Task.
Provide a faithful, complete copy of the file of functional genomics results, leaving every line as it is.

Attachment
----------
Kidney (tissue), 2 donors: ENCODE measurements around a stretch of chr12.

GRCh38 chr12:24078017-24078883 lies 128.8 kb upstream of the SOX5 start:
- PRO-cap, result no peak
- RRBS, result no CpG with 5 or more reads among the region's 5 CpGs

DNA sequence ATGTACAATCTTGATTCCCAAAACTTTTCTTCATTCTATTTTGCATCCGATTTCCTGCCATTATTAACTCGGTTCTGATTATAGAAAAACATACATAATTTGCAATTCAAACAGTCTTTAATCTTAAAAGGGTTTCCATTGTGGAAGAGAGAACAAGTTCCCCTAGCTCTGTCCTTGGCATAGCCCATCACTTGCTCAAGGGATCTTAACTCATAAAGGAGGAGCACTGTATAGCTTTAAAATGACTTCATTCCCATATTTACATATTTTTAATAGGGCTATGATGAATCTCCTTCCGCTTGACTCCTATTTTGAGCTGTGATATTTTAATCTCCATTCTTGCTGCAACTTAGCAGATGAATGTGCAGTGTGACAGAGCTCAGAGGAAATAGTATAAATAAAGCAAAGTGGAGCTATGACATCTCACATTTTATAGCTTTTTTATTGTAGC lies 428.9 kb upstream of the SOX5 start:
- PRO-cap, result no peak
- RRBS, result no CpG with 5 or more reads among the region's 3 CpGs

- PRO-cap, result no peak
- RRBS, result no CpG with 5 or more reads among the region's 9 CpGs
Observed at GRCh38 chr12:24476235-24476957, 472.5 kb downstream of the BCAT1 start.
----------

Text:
Kidney (tissue), 2 donors: ENCODE measurements around a stretch of chr12.

GRCh38 chr12:24078017-24078883 lies 128.8 kb upstream of the SOX5 start:
- PRO-cap, result no peak
- RRBS, result no CpG with 5 or more reads among the region's 5 CpGs

DNA sequence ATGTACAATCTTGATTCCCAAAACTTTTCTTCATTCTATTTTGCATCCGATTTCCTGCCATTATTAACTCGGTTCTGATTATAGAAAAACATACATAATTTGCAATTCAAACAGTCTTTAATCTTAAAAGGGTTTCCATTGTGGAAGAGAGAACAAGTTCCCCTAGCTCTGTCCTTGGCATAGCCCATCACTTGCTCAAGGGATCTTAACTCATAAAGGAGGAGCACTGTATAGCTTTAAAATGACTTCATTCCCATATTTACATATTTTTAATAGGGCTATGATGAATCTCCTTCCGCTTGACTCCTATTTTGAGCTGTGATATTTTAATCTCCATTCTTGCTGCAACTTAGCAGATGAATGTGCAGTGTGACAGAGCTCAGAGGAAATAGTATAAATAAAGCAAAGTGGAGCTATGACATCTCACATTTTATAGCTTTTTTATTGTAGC lies 428.9 kb upstream of the SOX5 start:
- PRO-cap, result no peak
- RRBS, result no CpG with 5 or more reads among the region's 3 CpGs

- PRO-cap, result no peak
- RRBS, result no CpG with 5 or more reads among the region's 9 CpGs
Observed at GRCh38 chr12:24476235-24476957, 472.5 kb downstream of the BCAT1 start.